Susan Karike: PNG Flag designer

By Jacintha Kerry

In 1971, as independence approached; the people of Papua New Guinea were invited by the government to submit their designs for a competition to find the flag of Papua New Guinea. A committee of Parliamentarians from the Papua New Guinea House of Assembly toured the country inspecting the flag designs, hoping to find designs they liked. Many flags were submitted, most of which feature the Bird of Paradise.

Sister Joseph Mary, an art teacher at Sacred Heart Mission School on Yule Island, heard about the competition and asked her best student, 15 year old Susan Karike to design the flag. Susan, from Meil village near Kerema in the Gulf province agreed to try. She chose to designs her flag mainly in black and red because they are popular colours in Papua New Guinea. In the lower left corner, she placed five stars to represent the Southern Cross, and drew a yellow bird of paradise on the opposite corner. Some committee members visited Susan’s school and showed her designs. They compared it with the others they had collected and thought that Susan’s was the best.

However, it cannot become the national flag unless the majority of members of the House of Assembly agreed. A vote was taken and the result of the counting was the same, with 31 votes in favour and 31 against. It was up to the speaker of the House of Assembly, Dr. John Guise (after Sir John Guise) to make a final decision on the flag of Papua New Guinea. The decision became effective after it was published in the Government Gazette on 1 July 1971. Until the arrival of the Independence, the new national flag was flown together with the Australian flag at official ceremonies. Susan Karike’s name became known to thousands and she was asked to raise the flag on important occasions.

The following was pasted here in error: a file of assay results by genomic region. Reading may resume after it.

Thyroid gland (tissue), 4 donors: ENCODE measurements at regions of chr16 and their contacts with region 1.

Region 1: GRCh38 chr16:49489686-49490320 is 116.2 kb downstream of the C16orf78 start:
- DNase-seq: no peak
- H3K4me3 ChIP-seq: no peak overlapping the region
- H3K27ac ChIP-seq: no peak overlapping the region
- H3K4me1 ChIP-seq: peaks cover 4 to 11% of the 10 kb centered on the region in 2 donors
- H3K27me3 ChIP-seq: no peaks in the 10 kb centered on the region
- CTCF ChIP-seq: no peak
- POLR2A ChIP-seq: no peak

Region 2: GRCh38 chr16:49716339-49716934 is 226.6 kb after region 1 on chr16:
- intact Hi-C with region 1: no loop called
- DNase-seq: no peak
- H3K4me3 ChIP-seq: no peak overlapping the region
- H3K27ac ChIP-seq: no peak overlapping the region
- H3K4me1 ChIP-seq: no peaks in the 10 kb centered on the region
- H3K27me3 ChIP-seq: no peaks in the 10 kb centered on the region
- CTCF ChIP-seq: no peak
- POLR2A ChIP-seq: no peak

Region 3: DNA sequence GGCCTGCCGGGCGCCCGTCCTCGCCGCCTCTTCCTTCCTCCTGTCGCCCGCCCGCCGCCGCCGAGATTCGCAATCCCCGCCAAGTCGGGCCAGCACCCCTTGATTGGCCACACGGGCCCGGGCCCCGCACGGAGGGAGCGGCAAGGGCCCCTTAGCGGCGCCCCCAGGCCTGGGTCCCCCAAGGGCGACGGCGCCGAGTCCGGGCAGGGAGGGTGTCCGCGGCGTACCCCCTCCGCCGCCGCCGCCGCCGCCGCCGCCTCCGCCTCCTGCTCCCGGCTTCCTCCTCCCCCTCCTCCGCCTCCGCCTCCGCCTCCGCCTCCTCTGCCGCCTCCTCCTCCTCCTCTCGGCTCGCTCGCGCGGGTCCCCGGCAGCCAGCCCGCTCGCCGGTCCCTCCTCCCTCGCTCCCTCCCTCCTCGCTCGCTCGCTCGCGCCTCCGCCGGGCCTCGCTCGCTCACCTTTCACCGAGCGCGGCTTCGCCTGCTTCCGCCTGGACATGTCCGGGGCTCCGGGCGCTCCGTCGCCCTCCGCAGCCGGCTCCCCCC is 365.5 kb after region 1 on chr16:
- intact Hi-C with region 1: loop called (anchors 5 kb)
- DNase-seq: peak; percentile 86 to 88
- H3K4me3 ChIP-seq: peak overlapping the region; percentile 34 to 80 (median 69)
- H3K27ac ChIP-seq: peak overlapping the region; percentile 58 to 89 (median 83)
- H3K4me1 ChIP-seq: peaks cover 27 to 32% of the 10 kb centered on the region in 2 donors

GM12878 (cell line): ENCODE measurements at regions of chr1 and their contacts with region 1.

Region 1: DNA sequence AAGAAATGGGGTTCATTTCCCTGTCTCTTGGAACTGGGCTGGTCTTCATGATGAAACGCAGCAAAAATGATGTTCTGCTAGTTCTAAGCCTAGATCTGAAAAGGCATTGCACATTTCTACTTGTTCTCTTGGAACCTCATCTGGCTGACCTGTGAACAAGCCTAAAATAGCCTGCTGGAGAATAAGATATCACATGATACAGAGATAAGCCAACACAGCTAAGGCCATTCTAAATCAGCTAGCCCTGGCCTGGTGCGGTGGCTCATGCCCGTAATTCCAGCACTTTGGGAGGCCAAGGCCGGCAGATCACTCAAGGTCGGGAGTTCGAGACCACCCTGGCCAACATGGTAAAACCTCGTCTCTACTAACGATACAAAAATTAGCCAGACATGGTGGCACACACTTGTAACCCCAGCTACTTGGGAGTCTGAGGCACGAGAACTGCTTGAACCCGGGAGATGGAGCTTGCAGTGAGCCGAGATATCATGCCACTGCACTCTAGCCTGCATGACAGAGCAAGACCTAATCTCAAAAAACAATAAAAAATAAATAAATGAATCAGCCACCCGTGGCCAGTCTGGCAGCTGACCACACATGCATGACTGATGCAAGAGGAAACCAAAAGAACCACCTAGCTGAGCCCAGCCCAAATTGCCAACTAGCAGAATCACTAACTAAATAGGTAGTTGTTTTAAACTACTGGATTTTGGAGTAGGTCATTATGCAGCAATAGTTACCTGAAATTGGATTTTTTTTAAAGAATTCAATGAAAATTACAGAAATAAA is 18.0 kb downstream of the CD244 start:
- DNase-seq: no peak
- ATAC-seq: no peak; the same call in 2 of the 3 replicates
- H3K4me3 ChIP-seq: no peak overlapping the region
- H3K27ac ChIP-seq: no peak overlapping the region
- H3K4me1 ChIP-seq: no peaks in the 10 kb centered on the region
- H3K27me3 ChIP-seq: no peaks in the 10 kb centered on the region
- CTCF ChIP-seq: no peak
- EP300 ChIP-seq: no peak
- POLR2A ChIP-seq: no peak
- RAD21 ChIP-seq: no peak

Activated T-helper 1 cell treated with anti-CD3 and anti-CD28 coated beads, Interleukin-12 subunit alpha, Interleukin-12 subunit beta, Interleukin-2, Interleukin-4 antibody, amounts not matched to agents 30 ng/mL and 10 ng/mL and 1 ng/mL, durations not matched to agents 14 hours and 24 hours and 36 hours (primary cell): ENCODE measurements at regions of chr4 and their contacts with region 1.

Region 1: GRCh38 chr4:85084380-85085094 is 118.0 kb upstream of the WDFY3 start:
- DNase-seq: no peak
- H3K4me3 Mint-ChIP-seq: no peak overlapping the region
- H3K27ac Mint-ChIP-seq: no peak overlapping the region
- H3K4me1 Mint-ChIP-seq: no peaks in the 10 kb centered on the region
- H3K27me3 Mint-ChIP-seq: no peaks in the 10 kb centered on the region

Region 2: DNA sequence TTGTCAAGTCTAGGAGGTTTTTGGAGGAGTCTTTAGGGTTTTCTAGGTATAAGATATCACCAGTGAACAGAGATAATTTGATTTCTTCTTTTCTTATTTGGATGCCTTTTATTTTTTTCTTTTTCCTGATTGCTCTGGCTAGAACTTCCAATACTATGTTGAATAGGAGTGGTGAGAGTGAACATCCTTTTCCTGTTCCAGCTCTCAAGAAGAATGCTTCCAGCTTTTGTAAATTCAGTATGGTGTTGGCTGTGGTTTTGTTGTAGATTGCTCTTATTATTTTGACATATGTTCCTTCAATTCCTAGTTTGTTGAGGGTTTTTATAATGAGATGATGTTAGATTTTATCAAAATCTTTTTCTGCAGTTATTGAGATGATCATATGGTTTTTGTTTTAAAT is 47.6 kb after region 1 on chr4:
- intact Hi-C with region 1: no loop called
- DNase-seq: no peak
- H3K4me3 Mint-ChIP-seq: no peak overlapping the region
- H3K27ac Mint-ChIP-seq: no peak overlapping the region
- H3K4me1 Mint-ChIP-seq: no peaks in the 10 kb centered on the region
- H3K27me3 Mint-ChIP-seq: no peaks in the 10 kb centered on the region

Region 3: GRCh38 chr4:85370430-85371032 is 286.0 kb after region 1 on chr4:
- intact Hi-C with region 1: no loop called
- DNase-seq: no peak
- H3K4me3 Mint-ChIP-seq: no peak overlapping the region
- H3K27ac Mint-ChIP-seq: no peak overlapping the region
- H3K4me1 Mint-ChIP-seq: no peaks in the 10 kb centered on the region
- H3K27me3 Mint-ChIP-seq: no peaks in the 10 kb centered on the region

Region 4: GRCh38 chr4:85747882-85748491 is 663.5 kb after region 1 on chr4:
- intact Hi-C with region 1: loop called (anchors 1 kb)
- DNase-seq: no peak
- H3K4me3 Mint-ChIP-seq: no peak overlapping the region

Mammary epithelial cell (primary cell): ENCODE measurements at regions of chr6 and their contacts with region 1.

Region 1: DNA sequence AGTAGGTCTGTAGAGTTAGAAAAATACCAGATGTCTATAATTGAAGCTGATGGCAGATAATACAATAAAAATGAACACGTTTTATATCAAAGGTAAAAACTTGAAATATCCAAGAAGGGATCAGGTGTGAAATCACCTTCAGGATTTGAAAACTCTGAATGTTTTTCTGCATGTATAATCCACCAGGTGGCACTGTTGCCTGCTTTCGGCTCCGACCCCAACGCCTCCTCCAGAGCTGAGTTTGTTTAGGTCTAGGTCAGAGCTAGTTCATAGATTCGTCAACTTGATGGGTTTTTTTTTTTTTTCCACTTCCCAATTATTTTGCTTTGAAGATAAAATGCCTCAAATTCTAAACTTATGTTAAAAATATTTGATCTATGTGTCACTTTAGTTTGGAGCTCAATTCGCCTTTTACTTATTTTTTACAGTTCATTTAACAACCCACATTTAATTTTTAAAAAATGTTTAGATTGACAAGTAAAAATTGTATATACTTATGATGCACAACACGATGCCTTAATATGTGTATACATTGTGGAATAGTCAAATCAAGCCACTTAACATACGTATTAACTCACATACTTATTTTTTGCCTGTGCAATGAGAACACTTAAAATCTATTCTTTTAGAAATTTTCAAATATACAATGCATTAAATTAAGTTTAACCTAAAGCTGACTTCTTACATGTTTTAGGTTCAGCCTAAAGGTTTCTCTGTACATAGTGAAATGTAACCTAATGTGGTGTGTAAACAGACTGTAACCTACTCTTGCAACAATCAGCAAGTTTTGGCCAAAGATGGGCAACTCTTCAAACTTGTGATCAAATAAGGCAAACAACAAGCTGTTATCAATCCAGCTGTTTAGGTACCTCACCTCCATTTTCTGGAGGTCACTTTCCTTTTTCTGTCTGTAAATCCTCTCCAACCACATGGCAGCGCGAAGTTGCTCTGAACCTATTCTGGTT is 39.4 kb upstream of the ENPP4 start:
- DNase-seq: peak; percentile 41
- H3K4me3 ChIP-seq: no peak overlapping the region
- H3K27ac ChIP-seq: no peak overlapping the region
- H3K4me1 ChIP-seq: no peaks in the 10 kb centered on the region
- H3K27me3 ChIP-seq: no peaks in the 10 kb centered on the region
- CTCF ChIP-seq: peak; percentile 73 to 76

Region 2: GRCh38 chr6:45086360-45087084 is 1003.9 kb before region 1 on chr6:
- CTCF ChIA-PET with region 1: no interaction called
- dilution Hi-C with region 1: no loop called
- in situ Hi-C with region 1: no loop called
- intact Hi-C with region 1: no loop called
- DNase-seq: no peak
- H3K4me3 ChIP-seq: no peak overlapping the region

At one minutes past midnight on Tuesday, 16th September 1975, the Governor General Sir John Guise, declared Papua New Guinea’s Independence over the radio. Later that morning at 10:25 am, the new flag raised by representatives of the armed services at each corner, was marched up to Independence Hill at Waigani, Port Moresby. People in traditional dress gathered around the flagpole. As the national flag was raised, they beat the kundus (drums) and a mighty cheer went up from 20,660 people who were there to witness the historic event.

Prince Charles of the United Kingdom unveiled a plaque to commemorate the site of the new Parliament House and two planes flew overhead to show respect. Dancers entertained the crowd and later a canoe races was held near Ela Beach.

On 16th September 1975, Independence Day, the national flag was brought to Independence Hill to be hung. It was a great day of celebration for Papua New Guinea, but most proud moment for Susan Karike was when the flag that she designed was raised on Independence Hill to commemorate the birth of a new nation.

* Jacintha Kerry is from Eastern Highlands province and she’s in grade 7 (red) at New Erima Primary School.

Published by Ples Singsing

Ples Singsing is envisioned to be a new platform for Papua Niuginian expressions of creativity, ingenuity and originality in art and culture. We deliberately highlight these two very broad themes as they can encompass the diverse subjects, from technology, medicine and architecture to linguistics, music, fishing, gardening et cetera. Papua Niuginian ways of thinking, living, believing, communicating, dying and so on can cover the gamut of academic, journalistic or opinionated writing and we believe that unless we give ourselves a platform to talk about and discuss these things in an open, free and non-exclusively academic space that they may remain the fodder for academics, journalists and other types of writers alone. New social media platforms have given every individual a personal space to share their feelings and ideas openly, sometimes without immediate censure. The Ples Singsing writer’s blog would like to provide another more structured platform for Papua Niuginian expressions in written, visual and audio formats while also providing some regulation of the type and content of materials to be shared publicly.

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